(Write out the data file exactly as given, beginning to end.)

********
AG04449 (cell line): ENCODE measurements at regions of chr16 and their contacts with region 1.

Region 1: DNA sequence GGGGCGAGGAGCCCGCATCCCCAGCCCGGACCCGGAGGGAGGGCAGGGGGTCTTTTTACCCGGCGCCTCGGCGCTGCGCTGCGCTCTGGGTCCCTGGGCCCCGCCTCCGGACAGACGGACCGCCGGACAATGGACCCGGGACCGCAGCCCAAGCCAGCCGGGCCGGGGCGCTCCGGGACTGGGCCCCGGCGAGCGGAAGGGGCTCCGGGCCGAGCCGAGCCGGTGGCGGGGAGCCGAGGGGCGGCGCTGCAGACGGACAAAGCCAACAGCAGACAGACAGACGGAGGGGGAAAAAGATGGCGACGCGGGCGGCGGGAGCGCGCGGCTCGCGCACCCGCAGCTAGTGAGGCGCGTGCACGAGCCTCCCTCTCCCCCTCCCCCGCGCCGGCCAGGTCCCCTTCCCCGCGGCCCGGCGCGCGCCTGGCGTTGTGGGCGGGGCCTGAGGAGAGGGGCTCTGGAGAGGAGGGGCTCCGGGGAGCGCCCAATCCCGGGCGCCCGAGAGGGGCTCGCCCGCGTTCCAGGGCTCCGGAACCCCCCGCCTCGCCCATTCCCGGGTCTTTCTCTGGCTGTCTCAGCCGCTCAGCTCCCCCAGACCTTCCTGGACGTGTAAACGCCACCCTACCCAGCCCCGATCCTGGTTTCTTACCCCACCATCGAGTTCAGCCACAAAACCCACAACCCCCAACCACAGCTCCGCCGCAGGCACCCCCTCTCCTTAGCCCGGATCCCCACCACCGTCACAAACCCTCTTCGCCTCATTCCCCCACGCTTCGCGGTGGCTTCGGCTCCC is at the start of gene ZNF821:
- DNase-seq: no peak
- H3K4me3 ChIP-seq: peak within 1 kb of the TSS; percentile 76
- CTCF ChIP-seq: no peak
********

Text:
AG04449 (cell line): ENCODE measurements at regions of chr16 and their contacts with region 1.

Region 1: DNA sequence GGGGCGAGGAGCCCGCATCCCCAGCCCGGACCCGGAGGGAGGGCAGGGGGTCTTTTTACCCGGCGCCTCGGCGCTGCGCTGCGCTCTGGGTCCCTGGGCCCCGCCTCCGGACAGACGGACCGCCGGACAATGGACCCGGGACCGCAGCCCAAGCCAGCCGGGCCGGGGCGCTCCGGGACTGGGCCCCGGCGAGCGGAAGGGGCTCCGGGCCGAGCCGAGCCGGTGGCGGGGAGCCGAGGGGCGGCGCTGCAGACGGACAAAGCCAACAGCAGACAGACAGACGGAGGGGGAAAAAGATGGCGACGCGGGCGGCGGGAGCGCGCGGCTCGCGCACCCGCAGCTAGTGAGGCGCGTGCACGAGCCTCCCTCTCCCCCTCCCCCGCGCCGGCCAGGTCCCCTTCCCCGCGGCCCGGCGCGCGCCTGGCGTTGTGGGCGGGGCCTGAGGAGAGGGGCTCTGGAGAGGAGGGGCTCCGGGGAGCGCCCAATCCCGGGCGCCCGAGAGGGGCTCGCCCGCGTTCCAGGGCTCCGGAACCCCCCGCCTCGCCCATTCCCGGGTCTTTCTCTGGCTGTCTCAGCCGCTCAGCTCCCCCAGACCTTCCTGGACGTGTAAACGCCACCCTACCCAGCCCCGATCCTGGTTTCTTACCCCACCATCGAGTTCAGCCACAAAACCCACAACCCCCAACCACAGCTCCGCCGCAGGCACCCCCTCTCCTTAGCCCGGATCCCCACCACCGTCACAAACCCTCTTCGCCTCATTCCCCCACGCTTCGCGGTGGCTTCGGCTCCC is at the start of gene ZNF821:
- DNase-seq: no peak
- H3K4me3 ChIP-seq: peak within 1 kb of the TSS; percentile 76
- CTCF ChIP-seq: no peak